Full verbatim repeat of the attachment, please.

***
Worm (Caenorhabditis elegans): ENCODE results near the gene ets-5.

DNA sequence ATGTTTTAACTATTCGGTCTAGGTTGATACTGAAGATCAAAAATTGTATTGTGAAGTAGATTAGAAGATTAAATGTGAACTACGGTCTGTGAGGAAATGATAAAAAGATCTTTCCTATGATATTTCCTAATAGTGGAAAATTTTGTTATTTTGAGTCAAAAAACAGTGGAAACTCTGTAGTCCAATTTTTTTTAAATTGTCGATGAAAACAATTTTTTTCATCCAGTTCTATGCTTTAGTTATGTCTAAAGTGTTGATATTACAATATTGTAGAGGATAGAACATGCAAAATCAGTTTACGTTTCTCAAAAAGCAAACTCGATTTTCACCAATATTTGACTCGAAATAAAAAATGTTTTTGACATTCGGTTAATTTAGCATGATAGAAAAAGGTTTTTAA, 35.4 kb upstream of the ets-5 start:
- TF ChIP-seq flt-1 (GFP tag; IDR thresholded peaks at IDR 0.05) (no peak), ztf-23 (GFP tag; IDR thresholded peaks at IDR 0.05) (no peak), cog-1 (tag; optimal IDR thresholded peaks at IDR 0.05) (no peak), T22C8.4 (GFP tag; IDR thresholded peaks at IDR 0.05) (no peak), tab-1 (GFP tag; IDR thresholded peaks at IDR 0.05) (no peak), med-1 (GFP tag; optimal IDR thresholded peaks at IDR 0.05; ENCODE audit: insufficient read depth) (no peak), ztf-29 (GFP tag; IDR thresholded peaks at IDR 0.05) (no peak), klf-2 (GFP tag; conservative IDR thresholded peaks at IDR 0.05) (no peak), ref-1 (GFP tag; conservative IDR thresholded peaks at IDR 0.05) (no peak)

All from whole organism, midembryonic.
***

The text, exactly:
Worm (Caenorhabditis elegans): ENCODE results near the gene ets-5.

DNA sequence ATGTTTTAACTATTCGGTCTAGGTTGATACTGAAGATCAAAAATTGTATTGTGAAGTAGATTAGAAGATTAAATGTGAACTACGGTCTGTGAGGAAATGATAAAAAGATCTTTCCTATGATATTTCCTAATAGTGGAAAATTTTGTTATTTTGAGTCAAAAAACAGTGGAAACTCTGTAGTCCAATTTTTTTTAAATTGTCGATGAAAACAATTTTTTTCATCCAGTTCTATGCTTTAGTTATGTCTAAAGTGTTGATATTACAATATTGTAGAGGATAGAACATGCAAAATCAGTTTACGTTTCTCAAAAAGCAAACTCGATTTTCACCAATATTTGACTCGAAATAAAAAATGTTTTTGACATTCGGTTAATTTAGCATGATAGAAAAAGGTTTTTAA, 35.4 kb upstream of the ets-5 start:
- TF ChIP-seq flt-1 (GFP tag; IDR thresholded peaks at IDR 0.05) (no peak), ztf-23 (GFP tag; IDR thresholded peaks at IDR 0.05) (no peak), cog-1 (tag; optimal IDR thresholded peaks at IDR 0.05) (no peak), T22C8.4 (GFP tag; IDR thresholded peaks at IDR 0.05) (no peak), tab-1 (GFP tag; IDR thresholded peaks at IDR 0.05) (no peak), med-1 (GFP tag; optimal IDR thresholded peaks at IDR 0.05; ENCODE audit: insufficient read depth) (no peak), ztf-29 (GFP tag; IDR thresholded peaks at IDR 0.05) (no peak), klf-2 (GFP tag; conservative IDR thresholded peaks at IDR 0.05) (no peak), ref-1 (GFP tag; conservative IDR thresholded peaks at IDR 0.05) (no peak)

All from whole organism, midembryonic.